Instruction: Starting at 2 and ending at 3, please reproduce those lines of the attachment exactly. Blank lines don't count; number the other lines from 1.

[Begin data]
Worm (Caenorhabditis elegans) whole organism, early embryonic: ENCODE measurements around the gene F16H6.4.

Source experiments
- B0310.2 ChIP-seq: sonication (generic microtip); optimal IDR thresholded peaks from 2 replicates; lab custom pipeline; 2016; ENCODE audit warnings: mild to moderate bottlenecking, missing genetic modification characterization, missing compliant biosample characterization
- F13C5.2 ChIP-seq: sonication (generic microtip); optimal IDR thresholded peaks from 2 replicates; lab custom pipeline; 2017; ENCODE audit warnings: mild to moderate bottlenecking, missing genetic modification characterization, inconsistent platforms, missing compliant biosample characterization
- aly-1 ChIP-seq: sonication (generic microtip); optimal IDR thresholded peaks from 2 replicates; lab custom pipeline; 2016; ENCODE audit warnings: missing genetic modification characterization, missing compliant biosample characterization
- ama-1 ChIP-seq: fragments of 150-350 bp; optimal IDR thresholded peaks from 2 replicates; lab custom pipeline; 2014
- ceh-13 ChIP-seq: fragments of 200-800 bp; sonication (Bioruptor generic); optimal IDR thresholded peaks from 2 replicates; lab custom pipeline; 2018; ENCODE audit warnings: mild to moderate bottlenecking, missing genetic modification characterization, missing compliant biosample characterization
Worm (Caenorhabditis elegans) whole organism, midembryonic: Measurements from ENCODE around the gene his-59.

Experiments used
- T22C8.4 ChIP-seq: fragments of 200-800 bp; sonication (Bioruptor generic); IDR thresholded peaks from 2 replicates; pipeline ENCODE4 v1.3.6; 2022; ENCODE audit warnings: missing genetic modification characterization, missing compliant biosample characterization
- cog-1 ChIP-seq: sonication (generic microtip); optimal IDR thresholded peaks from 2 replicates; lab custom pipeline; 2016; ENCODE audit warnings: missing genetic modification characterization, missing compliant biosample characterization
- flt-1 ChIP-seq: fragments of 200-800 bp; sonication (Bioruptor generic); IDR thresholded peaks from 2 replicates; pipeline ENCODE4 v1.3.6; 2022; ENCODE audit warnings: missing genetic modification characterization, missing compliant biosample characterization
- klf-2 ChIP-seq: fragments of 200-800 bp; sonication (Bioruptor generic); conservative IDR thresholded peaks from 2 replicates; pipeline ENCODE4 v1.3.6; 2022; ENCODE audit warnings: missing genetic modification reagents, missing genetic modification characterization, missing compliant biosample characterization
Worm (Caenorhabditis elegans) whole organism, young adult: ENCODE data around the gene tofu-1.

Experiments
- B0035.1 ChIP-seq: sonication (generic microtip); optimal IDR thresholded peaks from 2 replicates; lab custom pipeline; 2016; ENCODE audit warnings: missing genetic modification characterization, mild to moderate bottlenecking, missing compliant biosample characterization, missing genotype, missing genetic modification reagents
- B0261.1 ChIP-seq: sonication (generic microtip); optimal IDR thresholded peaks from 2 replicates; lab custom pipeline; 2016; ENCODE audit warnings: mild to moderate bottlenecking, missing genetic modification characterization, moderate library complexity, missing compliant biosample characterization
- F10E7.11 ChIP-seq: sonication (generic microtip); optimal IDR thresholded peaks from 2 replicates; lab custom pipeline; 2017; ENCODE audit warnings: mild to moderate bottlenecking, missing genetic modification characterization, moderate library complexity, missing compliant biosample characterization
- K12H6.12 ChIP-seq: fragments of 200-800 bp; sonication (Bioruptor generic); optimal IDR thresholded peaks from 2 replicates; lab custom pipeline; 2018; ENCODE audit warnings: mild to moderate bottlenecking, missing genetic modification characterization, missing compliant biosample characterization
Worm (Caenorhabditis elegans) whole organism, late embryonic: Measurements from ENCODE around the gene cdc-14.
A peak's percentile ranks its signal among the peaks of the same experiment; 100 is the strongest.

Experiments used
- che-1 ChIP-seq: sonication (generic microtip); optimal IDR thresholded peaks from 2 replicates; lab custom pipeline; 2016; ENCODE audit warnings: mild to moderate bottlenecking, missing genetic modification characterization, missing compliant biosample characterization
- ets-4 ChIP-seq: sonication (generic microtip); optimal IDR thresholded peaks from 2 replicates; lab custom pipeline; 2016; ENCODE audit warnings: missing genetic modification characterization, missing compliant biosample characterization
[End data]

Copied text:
Source experiments
- B0310.2 ChIP-seq: sonication (generic microtip); optimal IDR thresholded peaks from 2 replicates; lab custom pipeline; 2016; ENCODE audit warnings: mild to moderate bottlenecking, missing genetic modification characterization, missing compliant biosample characterization